An Orioles bullpen that must now overcome the loss of another key reliever was exposed Friday night, unable to keep the game close in the late innings in an
An Orioles bullpen that must now overcome the loss of another key reliever was exposed Friday night, unable to keep the game close in the late innings in an eventual 8-2 loss to the New York Yankees at Yankee Stadium.
The Orioles bullpen allowed five runs, including three unearned runs in the seventh off newcomer Edwin Jackson, who allowed the second of Aaron Hicks' two homers on the night.
The team's offense didn't help, its only runs coming on Jonathan Schoop's two-run homer in the second inning. The Orioles only had one hit after the second inning.
"We're just not making many adjustments to pitching patterns that we know are there," Orioles manager Buck Showalter said. "That's what's been a challenge for a lot of clubs, but I'm more interested in ours. It's just, the game's evolved. It's a less than 50 percent fastball game and there's no hitting fastball counts, especially when our guys show you they can do that. So, we're going to have to make that adjustment or we're going to continue to see that stuff."
The Orioles have scored three runs or fewer in 11 of their past 16 games. Starting May 10, the Orioles (31-28) have lost 18 of 27 games.
A Yankees team that ranks second in the American League in batting average was opportunistic against the Orioles.
"They're a good offensive club," Showalter said. "What have they got, three or four guys hitting .300? They're doing a lot of good things offensively, so they're going to pounce on mistakes. But some guys get an opportunity coming up, they need to take advantage of it, because we have a need."
With Darren O'Day landing on the disabled list with a right shoulder strain before Friday's game, the Orioles were searching for someone to help in the late innings in close games. And on Friday, Showalter turned to Jackson in the seventh with the team trailing, 3-2.
Jackson, who was making his second appearance since his contract was selected from Triple-A Norfolk, opened the seventh with a throwing error that put Chase Headley on base. The Yankees (35-23) would move him to third by sacrificing two outs, but Hicks then took a 3-1 hanging slider from Jackson and sent it into the second deck in right field.
After walking slugger Aaron Judge, Jackson allowed an RBI double to Matt Holliday off the left-center-field wall that gave the Yankees a 6-2 cushion.
Stefan Crichton recorded the final out of the seventh, but allowed the first five batters he faced in the eighth to reach base. Two runs scored on Austin Romine's single, putting the Yankees up, 8-2.
Schoop strikes early: The Orioles took an early lead in Friday night's series opener at Yankee Stadium on Schoop's tape-measure two-run homer, but mustered little offense after that.
Schoop hit his 11th homer of the season in the second inning off Yankees left-hander Jordan Montgomery (4-4), taking advantage of a leadoff walk to Chris Davis.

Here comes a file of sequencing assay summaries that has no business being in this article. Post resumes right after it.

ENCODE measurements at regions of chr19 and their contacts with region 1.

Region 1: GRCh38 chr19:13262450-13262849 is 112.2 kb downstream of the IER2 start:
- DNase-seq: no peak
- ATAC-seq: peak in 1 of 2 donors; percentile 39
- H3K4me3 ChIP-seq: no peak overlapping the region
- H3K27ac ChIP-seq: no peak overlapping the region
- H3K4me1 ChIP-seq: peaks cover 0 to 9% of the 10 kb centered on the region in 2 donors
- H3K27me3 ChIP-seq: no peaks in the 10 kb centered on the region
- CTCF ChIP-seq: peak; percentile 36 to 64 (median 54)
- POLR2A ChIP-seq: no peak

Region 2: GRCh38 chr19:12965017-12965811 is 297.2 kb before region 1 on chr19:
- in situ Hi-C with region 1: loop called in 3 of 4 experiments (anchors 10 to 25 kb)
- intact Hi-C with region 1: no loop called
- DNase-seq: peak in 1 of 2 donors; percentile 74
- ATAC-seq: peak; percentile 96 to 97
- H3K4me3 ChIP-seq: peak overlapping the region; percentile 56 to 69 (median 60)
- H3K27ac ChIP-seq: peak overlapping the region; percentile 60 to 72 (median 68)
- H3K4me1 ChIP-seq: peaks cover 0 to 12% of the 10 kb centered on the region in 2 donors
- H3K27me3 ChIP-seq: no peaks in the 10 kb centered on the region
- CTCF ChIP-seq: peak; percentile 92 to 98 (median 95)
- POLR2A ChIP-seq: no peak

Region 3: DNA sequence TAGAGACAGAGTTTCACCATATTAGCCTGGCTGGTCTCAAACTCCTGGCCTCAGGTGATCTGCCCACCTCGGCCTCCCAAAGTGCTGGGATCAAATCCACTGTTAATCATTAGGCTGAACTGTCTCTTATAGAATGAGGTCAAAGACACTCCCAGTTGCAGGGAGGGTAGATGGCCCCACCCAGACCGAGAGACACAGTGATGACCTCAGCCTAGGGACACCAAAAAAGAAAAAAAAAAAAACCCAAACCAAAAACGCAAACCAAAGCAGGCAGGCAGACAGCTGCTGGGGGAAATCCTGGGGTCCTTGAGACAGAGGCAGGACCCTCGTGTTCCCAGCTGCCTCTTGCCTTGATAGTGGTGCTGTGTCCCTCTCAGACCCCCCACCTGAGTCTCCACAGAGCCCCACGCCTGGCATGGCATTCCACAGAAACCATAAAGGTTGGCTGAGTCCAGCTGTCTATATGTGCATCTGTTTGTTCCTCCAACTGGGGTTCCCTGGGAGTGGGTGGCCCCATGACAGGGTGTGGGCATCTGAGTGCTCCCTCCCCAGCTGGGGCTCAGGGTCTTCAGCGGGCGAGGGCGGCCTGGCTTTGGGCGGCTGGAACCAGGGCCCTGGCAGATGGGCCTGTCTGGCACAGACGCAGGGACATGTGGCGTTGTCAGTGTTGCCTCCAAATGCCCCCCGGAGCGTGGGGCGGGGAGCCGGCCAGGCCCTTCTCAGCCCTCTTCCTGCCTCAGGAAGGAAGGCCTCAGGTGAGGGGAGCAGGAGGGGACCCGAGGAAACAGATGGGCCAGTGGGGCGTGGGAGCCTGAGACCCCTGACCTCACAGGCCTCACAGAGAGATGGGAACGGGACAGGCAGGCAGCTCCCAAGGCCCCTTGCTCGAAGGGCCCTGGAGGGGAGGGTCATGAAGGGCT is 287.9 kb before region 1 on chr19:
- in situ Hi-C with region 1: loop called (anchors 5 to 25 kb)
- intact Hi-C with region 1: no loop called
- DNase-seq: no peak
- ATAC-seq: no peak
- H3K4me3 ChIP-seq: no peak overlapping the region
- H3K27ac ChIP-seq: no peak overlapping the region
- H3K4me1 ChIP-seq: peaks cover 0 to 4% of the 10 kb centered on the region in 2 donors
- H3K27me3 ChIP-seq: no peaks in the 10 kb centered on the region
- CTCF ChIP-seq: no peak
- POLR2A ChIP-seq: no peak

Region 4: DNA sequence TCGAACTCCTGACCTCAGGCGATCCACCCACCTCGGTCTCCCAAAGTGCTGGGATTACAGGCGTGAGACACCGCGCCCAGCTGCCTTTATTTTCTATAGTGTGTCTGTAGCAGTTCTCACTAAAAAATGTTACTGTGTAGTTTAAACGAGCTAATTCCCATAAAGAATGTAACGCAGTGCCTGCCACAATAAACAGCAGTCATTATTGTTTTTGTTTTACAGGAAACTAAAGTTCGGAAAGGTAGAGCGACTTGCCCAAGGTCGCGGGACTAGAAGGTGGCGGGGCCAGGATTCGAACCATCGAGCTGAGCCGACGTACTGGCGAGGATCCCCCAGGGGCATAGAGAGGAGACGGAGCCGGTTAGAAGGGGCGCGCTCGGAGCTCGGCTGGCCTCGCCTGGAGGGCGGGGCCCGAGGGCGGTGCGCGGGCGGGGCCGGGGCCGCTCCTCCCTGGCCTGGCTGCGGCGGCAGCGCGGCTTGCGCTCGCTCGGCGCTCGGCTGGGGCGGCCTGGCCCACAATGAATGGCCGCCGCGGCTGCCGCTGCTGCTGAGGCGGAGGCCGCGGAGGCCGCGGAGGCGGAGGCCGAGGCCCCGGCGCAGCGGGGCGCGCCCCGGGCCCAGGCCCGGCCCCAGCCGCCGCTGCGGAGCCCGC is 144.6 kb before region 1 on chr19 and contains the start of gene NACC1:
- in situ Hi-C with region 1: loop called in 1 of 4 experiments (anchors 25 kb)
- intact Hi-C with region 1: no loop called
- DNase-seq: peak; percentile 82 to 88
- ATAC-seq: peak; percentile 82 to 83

He turned on an 0-1 changeup, clearing the Orioles bullpen beyond the left-field fence and sending it deep into the stands. It was his third homer in his past four games, after his two-homer game Tuesday against the Pittsburgh Pirates.
But after that, the Orioles mustered little as Montgomery allowed just one hit after the second inning and finished with a career-high eight strikeouts. He retired 17 of the last 18 batters he faced.
The Orioles couldn't capitalize on a scoring opportunity in the fifth. Rubén Tejada opened the inning with a leadoff double and moved to third on Joey Rickard's sacrifice bunt — the Orioles' third sacrifice in 59 games. But Trey Mancini hit a sharp line drive right at shortstop Didi Gregorius against a drawn-in infield and Adam Jones struck out swinging.
Only solos vs. Bundy: Orioles right-hander Dylan Bundy (6-5) allowed just five hits in six innings Friday night, but two of those hits were solo homers, including a leadoff homer in the sixth that gave the Yankees a 3-2 lead.
Bundy allowed a solo homer to Starlin Castro to open the bottom of the second, but after Gary Sanchez followed with a double off the center-field wall, Bundy retired 10 straight and 12 of 13 before allowing the home run to Hicks. Sanchez did score the tying run two batters into that stretch after tagging on back-to-back flyouts.
"I felt great," Bundy said. "The first two innings I felt like I was a little rusty with fastball command. I didn't hit on some guys that I needed to, and then I got in the groove there after the second inning."
Bundy rebounded from his shortest outing of the season, when he lasted just five innings, and converted his 11th quality start in 13 games this season.
"Good, real good again," Showalter said. "Dylan's been solid. Just couldn't get much done from that department once he left the game. But he pitched well like he's been doing all year for us. It's frustrating for him. Had a couple of close counts that got turned around with some borderline pitches. There's a bunch of those. But Dylan presented himself real well again for us."
Bundy escaped his biggest trouble in the sixth, when he put two on with one out after allowing the home run to Hicks.
Solid start: Tejada, who was making his first start with his new club as Manny Machado missed his second straight game with a strained left wrist, was the only Orioles hitter with multiple hits. The Orioles finished with five hits as a team.
Tejada singled in the second to go with his fifth-inning double and also made a nice backhanded diving play at third on Castro's sharply hit grounder to get the Orioles out of the seventh inning.